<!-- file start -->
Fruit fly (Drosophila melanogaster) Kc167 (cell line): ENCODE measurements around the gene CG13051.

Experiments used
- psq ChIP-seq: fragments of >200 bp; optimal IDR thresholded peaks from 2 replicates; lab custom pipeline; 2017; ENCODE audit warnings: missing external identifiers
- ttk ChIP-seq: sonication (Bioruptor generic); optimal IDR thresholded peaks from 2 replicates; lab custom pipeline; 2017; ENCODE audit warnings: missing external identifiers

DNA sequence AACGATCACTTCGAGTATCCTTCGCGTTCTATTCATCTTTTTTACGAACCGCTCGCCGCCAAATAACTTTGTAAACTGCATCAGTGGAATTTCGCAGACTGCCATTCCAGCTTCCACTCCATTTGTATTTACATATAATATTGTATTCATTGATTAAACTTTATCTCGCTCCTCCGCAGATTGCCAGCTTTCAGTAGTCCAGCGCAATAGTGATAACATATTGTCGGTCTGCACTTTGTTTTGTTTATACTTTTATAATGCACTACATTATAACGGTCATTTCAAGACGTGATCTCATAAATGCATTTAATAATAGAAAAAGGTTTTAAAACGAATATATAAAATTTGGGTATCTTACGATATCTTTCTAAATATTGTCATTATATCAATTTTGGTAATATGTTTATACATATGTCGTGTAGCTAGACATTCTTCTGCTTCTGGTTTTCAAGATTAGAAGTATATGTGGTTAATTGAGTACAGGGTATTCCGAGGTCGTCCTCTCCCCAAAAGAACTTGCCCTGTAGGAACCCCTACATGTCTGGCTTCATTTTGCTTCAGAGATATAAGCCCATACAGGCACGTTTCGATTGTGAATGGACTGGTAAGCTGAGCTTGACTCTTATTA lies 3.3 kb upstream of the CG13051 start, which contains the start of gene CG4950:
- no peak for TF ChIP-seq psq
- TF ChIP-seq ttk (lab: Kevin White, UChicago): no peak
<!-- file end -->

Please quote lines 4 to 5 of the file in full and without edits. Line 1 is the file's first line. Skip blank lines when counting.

- ttk ChIP-seq: sonication (Bioruptor generic); optimal IDR thresholded peaks from 2 replicates; lab custom pipeline; 2017; ENCODE audit warnings: missing external identifiers

DNA sequence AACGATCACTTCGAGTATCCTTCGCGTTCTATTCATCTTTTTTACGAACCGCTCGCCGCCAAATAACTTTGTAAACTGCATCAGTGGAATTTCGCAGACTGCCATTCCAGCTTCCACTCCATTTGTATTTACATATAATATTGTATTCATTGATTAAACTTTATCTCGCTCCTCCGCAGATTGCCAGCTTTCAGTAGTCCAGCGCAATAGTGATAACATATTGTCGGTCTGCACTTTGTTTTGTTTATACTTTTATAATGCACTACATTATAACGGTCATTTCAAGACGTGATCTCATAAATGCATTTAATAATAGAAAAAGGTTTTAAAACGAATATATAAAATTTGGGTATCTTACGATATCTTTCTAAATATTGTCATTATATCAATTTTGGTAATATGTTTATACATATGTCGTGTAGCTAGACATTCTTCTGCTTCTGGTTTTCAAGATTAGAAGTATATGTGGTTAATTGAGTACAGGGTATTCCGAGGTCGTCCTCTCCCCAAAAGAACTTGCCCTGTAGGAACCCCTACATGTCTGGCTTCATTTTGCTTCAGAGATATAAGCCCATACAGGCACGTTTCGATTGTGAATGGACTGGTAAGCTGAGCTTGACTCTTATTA lies 3.3 kb upstream of the CG13051 start, which contains the start of gene CG4950: